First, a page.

Troubleshooting client Installations or They're discovered, why aren't they clients?

Troubleshooting client Installations or They're discovered, why aren't they clients?

March 8, 2000


Something that I've seen quite a lot of in SMS are computers that have been discovered and assigned to a site, yet never become clients.

There are plenty of reasons why a computer would never become a client.  Here are some of the ones that took a little bit of thinking about before I got them solved: 

         1.    Windows 95/98 and Windows NT machines were being discovered, but the windows 95/98 machines were never becoming clients.    A permissions problem with the scripts was preventing the users from running the SMSLS.bat. The Windows NT machines became clients because I had set up the Remote Client Installation to install all NT servers and workstations.  The whole logon directory on the logon points did not have execute permissions set for normal users. After setting the correct permissions, I had a flood of 110 Windows 95/98 clients installed in one day.

2.      Machines seemed to be taking a long time to install the client. The machines could be pinged, and the users showed active connections to the BDCs, so I knew that the machines were on the network. Why werent they being loaded? Turns out the clients were staying logged on 24x7, so they weren't running the script. After a few days of forced reboots, the machines started showing up as clients in the database.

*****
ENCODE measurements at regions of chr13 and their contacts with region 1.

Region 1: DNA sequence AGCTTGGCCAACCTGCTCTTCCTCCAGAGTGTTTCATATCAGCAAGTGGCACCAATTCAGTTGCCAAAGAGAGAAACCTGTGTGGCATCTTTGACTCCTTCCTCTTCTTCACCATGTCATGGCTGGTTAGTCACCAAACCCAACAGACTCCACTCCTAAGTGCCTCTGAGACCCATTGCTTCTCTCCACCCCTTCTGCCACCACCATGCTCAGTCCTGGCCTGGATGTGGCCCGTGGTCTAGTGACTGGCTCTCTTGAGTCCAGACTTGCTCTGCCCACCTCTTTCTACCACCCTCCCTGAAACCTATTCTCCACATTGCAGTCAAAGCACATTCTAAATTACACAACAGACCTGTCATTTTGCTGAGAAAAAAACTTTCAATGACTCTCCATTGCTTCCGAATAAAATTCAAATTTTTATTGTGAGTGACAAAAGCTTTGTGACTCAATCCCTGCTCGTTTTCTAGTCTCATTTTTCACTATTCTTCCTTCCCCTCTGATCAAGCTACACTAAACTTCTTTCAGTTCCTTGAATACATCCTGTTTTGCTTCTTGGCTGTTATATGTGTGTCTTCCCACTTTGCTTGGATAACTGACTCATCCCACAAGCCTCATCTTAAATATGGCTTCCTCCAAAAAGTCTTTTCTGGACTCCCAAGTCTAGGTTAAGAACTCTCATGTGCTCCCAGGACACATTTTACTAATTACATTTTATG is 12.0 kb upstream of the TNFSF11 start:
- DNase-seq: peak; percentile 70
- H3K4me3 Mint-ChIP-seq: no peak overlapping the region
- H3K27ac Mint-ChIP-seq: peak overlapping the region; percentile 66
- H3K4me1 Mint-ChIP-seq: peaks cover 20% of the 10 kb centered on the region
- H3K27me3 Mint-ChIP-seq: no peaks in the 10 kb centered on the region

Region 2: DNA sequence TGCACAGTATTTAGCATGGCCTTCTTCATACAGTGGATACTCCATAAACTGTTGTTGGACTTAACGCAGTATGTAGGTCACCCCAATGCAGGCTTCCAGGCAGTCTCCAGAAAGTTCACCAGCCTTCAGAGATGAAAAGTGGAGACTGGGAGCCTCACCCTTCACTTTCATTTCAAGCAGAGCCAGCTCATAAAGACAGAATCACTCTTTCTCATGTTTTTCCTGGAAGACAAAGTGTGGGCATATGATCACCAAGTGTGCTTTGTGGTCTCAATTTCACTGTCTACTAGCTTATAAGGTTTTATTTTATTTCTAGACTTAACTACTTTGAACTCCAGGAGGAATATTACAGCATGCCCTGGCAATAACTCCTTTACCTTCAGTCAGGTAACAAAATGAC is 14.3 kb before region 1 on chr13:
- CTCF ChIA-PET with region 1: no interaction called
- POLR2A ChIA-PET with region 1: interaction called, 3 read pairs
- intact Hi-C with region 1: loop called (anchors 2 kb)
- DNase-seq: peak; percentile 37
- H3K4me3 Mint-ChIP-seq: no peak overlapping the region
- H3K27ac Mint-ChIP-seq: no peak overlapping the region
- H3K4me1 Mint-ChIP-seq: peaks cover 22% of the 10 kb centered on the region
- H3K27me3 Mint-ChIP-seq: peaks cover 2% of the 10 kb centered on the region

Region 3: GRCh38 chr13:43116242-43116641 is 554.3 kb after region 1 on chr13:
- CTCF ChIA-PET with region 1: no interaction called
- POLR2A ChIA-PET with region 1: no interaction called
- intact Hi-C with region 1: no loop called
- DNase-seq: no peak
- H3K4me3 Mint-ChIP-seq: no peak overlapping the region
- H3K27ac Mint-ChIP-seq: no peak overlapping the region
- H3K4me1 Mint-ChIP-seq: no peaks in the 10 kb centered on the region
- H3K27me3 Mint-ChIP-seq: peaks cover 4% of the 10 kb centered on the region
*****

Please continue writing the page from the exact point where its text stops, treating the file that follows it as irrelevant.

3.       Machines were showing up twice in the database as assigned to a site, one would be a client, the other wouldn't be.This problem stemmed from having set up DHCP reservations for each client. Sometimes NICs go bad and are replaced, when that happens the DHCP reservation is no good as it is MAC address based. SO, what was happening was SMS was discovering both the active lease and the reservation and treating each one as a separate machine. After doing some much-needed house cleaning on our DHCP leases, everything that showed up in the SMS database was actually an active machine.